There is only one way to come to God. There is only one door that leads to peace with our Creator. There has never been another way. At the very center of Godâs plan for the human race stands a cross, the cross of Jesus Christ. From Adam and Eve onward, for thousands of years, people offered animal sacrifices, and though they understood very little of what those sacrifices represented, every sacrifice that pleased God and brought grace to the worshipper did so only because it symbolized the future death of Godâs Son. At the heart of every true sacrifice someone would lay their hands on the head of an animal and confess their sin, thereby imparting their guilt onto that innocent victim which would then die in their place and be offered up to God on an altar. Then the smoke of that offering would rise up to heaven like a prayer. It was an appeal for mercy. That person wanted to be at peace with God. Sin was acknowledged and then transferred to a substitute. The death sentence that should have been imposed on the worshipper fell on the animal. By accepting that offering God mercifully allowed the penalty for one personâs sin to be paid by another. He and the worshipper were then at peace.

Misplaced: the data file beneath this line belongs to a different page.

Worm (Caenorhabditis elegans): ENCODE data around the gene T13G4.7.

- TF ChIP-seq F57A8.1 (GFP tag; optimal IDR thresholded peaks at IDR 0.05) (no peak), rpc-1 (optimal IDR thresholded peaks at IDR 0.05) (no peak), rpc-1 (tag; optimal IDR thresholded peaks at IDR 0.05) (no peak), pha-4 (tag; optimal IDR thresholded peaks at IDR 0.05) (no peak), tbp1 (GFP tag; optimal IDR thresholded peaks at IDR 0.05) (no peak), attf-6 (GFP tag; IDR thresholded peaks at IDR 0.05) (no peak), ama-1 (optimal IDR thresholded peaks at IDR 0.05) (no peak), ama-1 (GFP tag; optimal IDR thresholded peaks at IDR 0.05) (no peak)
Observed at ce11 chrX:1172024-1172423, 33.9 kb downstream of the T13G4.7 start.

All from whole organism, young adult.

Now why would God desire such a thing? Why did so many animals have to die? Surely the death of an animal has no power to remove someoneâs moral guilt (Heb 10:4). Yet from Abelâs sacrifice, of one of his flock, onward (Ge 4:2-5), God accepted such sacrifices when they were presented to Him in faith. Listen to how God responded to Cain and Abel:
âSo it came about in the course of time that Cain brought an offering to the Lord of the fruit of the ground. Abel, on his part also brought of the firstlings of his flock and of the fat portions. And the Lord had regard for Abel and his offering; but for Cain and His offering He had no regard. So Cain became very angry and his countenance fellâ (Ge 4:3-5).
This was a very important moment in human history. God was explaining what He wanted from us. It was not wrong for Cain to present to God grain or fruit. That kind of offering is a way of saying âthank youâ to God. In fact it appears Abel brought grain or fruit as well, but with that he also presented an animal sacrifice. And that was what pleased the Lord, because an animal sacrifice doesnât say âthank you;â it says âforgive me.â It confesses sin and appeals for mercy. The Bible literally says here that âGod looked to Abel and to his offeringâ (v4). He was teaching humans how to draw near to Him. Sadly, Cain refused to listen. But from that time on, up until the time of Jesus, men and women offered animal sacrifices. Why? Jesus will answer that question as He talks about the Good Shepherd and the Door.
The Shepherd and the Door (Jn 10:7-11)
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The only door